Finally last week my Smaller Half used up the last of her 10 trips, so tonight we rocked up and asked if she could become a fully paid-up member. The woman at the desk said there was no need, since I still had a few trips left on my ticket, and apparently July is "Bring A Friend For Free" Month. When we asked about prices, she confirmed that there was still no student concession, but said that the quote we got from the previous manager back in February was good enough for her so she'd be happy to give us a discount.

I don't understand how they stay in business. Maybe it's a front for some kind of smuggling operation and they're just glad to have the extra cover.

Friday, July 10, 2009

50 things I like

These are a few of my favourite things:
  • mint
  • banjo
  • people who don't know how to play the trumpet
  • the sun
  • porridge in winter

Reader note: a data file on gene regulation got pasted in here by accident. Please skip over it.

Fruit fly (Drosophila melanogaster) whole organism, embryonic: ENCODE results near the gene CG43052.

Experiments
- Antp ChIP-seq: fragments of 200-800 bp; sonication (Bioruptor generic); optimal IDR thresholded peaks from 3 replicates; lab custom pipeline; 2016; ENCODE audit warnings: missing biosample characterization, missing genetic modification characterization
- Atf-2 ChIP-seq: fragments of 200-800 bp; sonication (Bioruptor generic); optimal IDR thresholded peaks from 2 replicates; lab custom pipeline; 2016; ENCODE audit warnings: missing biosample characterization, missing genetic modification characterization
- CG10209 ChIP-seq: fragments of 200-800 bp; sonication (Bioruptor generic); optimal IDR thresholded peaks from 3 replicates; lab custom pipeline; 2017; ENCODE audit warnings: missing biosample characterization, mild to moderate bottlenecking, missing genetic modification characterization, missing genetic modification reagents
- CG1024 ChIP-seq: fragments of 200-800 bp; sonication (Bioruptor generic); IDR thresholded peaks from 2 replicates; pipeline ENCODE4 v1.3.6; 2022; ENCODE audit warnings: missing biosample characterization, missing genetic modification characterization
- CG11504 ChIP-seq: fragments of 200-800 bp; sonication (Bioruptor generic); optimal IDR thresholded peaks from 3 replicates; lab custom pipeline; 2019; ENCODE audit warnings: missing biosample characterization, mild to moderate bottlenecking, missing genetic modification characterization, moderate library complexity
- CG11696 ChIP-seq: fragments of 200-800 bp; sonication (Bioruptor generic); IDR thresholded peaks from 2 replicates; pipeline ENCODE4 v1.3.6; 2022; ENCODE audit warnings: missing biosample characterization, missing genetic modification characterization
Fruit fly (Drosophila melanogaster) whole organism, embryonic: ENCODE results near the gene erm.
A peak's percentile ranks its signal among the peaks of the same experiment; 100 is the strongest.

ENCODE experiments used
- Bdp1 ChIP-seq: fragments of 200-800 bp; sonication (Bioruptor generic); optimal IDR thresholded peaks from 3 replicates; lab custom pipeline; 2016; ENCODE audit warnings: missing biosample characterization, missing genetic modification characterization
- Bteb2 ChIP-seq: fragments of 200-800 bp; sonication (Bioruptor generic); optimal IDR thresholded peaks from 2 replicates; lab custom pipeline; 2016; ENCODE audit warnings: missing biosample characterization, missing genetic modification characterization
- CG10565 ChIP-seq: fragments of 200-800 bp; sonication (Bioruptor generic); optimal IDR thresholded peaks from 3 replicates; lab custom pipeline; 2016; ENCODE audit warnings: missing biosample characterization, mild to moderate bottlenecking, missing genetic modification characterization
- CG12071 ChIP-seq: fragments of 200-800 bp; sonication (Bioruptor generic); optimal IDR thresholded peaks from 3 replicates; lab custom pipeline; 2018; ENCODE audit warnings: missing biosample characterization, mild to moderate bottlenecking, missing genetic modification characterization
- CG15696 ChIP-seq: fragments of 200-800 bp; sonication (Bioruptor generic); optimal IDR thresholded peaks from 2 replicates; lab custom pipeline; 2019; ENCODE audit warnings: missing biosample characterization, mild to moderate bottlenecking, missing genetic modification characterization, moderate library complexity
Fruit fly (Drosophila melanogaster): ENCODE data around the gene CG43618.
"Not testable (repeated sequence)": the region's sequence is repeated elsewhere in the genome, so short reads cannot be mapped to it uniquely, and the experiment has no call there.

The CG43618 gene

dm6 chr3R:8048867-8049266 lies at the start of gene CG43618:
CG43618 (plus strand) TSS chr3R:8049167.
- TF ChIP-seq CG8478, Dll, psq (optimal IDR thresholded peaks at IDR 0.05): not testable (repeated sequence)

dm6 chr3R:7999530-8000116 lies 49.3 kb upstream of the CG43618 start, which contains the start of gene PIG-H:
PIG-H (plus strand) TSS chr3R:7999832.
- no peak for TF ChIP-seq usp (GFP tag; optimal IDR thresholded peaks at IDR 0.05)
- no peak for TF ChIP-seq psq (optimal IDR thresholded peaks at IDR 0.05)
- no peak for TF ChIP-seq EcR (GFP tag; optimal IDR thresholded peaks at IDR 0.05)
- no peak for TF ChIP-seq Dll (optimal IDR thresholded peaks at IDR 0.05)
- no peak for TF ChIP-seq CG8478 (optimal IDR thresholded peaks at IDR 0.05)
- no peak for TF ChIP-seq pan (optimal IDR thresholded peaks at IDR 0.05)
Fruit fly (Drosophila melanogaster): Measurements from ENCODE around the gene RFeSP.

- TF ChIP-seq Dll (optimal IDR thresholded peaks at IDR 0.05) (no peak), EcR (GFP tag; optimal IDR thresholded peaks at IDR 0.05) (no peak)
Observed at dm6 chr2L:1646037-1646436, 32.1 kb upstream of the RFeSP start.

• toy cars that can roll a long way in a straight line
  • continued fractions
  • blue AND red
  • green too
  • atoms are pretty cool
  • friends
  • water
  • writing
  • games
  • hats that don't make my head itchy
  • lamps
  • aluminium foil
  • lego
  • cats
  • dancing
  • robots
  • ink
  • strangers
  • coincidences
  • reading really good sci-fi
  • trees and their bark
  • cows
  • cheese
  • bugs
  • wood
  • day-dreaming while staring out a window
  • high ceilings
  • weddings
  • good shoes
  • heavy things - they warp space-time!
  • built-in wardrobes
  • hills
  • Volkswagen Golfs, circa 2003 (or is that "Golves"?)
  • travelling
  • toy soldiers, or mandollies